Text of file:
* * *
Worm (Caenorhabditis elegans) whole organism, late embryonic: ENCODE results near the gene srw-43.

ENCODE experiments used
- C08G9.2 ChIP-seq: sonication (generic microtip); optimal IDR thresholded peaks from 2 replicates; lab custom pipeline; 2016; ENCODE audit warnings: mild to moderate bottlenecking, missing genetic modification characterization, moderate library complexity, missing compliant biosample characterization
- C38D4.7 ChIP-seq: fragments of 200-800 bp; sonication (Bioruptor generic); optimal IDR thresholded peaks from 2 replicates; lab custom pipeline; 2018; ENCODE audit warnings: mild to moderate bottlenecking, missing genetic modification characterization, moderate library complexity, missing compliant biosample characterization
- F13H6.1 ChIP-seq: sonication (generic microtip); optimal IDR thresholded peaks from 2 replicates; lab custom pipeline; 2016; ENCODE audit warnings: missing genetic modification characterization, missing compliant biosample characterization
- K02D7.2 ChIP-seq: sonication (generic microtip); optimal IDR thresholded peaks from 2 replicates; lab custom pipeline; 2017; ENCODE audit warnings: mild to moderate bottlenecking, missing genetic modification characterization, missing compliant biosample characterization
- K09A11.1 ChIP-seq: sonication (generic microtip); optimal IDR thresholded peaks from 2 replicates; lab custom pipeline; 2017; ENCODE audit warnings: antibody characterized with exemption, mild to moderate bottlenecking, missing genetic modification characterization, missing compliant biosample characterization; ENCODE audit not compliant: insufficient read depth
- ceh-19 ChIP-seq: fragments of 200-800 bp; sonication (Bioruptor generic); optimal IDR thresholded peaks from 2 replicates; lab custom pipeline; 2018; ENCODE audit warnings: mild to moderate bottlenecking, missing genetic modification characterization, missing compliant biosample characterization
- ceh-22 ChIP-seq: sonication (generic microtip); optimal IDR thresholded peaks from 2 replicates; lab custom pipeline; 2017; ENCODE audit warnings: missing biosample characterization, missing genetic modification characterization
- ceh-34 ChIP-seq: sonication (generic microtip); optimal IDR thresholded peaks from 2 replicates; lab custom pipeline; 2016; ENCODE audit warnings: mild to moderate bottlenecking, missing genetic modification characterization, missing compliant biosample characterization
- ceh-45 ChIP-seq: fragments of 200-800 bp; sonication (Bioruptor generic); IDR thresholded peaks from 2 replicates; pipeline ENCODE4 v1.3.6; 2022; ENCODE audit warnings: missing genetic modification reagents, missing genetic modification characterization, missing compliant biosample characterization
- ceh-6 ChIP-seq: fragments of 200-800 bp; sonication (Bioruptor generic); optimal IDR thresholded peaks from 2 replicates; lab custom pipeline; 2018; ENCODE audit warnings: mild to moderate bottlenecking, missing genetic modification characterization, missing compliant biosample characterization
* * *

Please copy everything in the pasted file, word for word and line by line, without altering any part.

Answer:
Worm (Caenorhabditis elegans) whole organism, late embryonic: ENCODE results near the gene srw-43.

ENCODE experiments used
- C08G9.2 ChIP-seq: sonication (generic microtip); optimal IDR thresholded peaks from 2 replicates; lab custom pipeline; 2016; ENCODE audit warnings: mild to moderate bottlenecking, missing genetic modification characterization, moderate library complexity, missing compliant biosample characterization
- C38D4.7 ChIP-seq: fragments of 200-800 bp; sonication (Bioruptor generic); optimal IDR thresholded peaks from 2 replicates; lab custom pipeline; 2018; ENCODE audit warnings: mild to moderate bottlenecking, missing genetic modification characterization, moderate library complexity, missing compliant biosample characterization
- F13H6.1 ChIP-seq: sonication (generic microtip); optimal IDR thresholded peaks from 2 replicates; lab custom pipeline; 2016; ENCODE audit warnings: missing genetic modification characterization, missing compliant biosample characterization
- K02D7.2 ChIP-seq: sonication (generic microtip); optimal IDR thresholded peaks from 2 replicates; lab custom pipeline; 2017; ENCODE audit warnings: mild to moderate bottlenecking, missing genetic modification characterization, missing compliant biosample characterization
- K09A11.1 ChIP-seq: sonication (generic microtip); optimal IDR thresholded peaks from 2 replicates; lab custom pipeline; 2017; ENCODE audit warnings: antibody characterized with exemption, mild to moderate bottlenecking, missing genetic modification characterization, missing compliant biosample characterization; ENCODE audit not compliant: insufficient read depth
- ceh-19 ChIP-seq: fragments of 200-800 bp; sonication (Bioruptor generic); optimal IDR thresholded peaks from 2 replicates; lab custom pipeline; 2018; ENCODE audit warnings: mild to moderate bottlenecking, missing genetic modification characterization, missing compliant biosample characterization
- ceh-22 ChIP-seq: sonication (generic microtip); optimal IDR thresholded peaks from 2 replicates; lab custom pipeline; 2017; ENCODE audit warnings: missing biosample characterization, missing genetic modification characterization
- ceh-34 ChIP-seq: sonication (generic microtip); optimal IDR thresholded peaks from 2 replicates; lab custom pipeline; 2016; ENCODE audit warnings: mild to moderate bottlenecking, missing genetic modification characterization, missing compliant biosample characterization
- ceh-45 ChIP-seq: fragments of 200-800 bp; sonication (Bioruptor generic); IDR thresholded peaks from 2 replicates; pipeline ENCODE4 v1.3.6; 2022; ENCODE audit warnings: missing genetic modification reagents, missing genetic modification characterization, missing compliant biosample characterization
- ceh-6 ChIP-seq: fragments of 200-800 bp; sonication (Bioruptor generic); optimal IDR thresholded peaks from 2 replicates; lab custom pipeline; 2018; ENCODE audit warnings: mild to moderate bottlenecking, missing genetic modification characterization, missing compliant biosample characterization